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Re: <nettime> Political Work in the Aftermath of the New Media Arts Cris
Brian Holmes on Mon, 18 May 2009 10:54:25 +0200 (CEST)


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Re: <nettime> Political Work in the Aftermath of the New Media Arts Crisis


Rama Hoetzlein wrote:

> New media art should be defined from an art-philosophical
> perspective. In this view, meaning is present in all works, to
> varying degrees, regardless of how they might be appropriated
> by culture. At what time in history was art not appropriated by
> culture? None the less, people continued to create art. The process
> of art-making is one of creating meaning, and this relation between
> the artist and the work is not changed despite how the object is
> ultimately appreciated, used, or abused by culture.

It's great to read such a fundamental comment. I shall add something.
My viewpoint includes both Tolstoy's and Baudrillard's. I find that
informatic art (my own off-the-cuff term, but surely better than new
media) is compelling precisely when it places subjective expression
within the most strongly coercive social arena of our time, namely
the digital networks. Your idea that there is an art-philosophical
perspective that could exclude or bypass social determinism seems,
begging your pardon, somewhat naive. What is more, I think all the
interest of art itself disappears when it is shorn from the contexts
of power and held up as a pure conductor of subjectivity. Approached
in that way, the art work tends to become no more than a mirror for
our own emotions and fantasies -- far from any state of empathy,
Einfuhlung or whatever one chooses to call it. So I am not surprised
that you move from Tolstoy's fascinating quote (reproduced below) to
the "relation between the artist and the work." I guess I am more
interested in, well, media: the way the work relates the artist to
others.

However, your observation about new media theory (Kittler and McLuhan
were recently mentioned here) is spot on. What we are given from
the podium, over and over again, are lessons about the power of
technoscientific systems. The predicament of the human singularity,
caught within the net of determinisms yet resisting, creating another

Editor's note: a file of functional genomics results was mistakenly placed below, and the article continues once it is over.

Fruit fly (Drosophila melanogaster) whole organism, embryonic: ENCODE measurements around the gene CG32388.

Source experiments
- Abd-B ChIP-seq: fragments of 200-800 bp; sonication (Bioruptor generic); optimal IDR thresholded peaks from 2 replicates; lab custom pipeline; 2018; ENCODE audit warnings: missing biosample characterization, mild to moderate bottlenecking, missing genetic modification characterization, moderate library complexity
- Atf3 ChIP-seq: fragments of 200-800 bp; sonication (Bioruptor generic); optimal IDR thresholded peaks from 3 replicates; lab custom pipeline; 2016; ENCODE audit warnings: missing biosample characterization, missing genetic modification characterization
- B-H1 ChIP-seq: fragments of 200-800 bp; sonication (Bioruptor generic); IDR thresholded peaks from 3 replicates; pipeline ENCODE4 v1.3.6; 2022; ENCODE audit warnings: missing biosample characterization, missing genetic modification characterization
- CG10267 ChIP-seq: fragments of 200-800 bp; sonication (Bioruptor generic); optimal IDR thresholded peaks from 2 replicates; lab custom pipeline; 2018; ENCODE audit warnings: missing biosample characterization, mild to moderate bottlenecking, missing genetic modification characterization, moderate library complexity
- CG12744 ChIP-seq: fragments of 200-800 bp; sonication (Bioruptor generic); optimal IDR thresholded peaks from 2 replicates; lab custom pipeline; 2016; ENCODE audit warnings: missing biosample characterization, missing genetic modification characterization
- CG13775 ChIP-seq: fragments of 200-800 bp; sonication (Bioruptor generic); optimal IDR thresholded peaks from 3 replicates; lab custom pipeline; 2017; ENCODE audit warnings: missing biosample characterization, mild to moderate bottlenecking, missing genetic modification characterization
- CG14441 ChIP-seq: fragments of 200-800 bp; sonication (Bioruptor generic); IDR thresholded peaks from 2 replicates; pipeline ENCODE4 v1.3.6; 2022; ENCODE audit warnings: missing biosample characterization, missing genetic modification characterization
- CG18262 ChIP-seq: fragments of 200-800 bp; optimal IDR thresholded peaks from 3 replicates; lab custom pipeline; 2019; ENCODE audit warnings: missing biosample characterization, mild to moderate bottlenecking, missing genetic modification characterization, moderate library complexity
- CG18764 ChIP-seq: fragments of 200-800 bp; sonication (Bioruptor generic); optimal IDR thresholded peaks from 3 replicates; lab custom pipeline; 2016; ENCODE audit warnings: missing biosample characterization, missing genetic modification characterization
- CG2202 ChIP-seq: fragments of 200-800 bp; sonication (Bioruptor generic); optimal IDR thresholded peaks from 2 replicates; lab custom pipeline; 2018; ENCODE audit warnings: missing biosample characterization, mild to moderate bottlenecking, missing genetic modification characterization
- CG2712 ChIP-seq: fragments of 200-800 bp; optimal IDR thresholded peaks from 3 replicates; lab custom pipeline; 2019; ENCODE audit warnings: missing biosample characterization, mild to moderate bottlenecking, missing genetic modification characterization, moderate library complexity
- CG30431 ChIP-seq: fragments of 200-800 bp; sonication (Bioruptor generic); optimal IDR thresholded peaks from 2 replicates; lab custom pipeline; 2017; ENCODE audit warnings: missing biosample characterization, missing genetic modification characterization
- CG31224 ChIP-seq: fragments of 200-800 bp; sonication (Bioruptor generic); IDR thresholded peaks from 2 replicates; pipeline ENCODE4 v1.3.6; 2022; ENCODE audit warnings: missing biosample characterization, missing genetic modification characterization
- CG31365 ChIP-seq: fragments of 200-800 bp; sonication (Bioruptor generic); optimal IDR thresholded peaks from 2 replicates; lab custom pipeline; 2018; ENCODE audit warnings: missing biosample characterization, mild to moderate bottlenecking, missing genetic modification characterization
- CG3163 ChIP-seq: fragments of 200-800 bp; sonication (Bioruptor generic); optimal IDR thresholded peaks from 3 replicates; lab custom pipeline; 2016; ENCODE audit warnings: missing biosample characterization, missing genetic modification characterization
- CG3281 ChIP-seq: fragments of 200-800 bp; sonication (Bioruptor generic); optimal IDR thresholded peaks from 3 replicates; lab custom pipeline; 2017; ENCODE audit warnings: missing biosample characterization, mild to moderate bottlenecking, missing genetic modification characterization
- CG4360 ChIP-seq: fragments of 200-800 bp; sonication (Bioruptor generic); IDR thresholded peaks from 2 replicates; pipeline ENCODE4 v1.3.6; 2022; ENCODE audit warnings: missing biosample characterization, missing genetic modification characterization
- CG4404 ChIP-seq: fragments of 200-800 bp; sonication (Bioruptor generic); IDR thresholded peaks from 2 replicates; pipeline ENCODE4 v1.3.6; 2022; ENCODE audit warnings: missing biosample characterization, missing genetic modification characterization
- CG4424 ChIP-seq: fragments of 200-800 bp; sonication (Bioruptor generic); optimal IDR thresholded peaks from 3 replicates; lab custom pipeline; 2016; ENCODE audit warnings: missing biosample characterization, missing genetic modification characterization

reality and expressing this rather fantastic adventure through
whatever kind of material or semiotic medium has been chosen, is left
out of the story, which thereby becomes a monument to the crushing
regularity of the status quo. The same thing, of course, happens to
resistant political action in the hands of the sociologists and the
Heideggerean philosophers of an essential, "historial" alienation.
Both ethics and aesthetics take it on the chin.

In my view, the great inspiration for new media theory has come from
hackers themselves, who create alternative possibilities for existence
within the overwhelmingly powerful networked environment. This is why,
in essays which are inseparably about art and technics, I tend to
use concepts like "reverse imagineering" or "escaping the overcode."
Expression, for me, is the rupture of code, an excess which does not
abolish the labyrinth in which we are caught, but at least opens up a
possible new path through it.

That's one approach. There could be many others. The problem, as
you point out, is that usually there are not, because the theory
very rarely meets any actual practice. The necessary discussion of
technological power holds the center stage. Of course that is easier
for the whole "new media" social circuit, because then you don't have
to think very much, or feel very much, or try very hard to find out
what might be at stake in a particular work.

This list, I guess, is about the best place to talk about how to
approach media art. Thanks to all for starting the conversation. I'm
ready for more. Let the thousand info-aesthetics bloom!

best, BH




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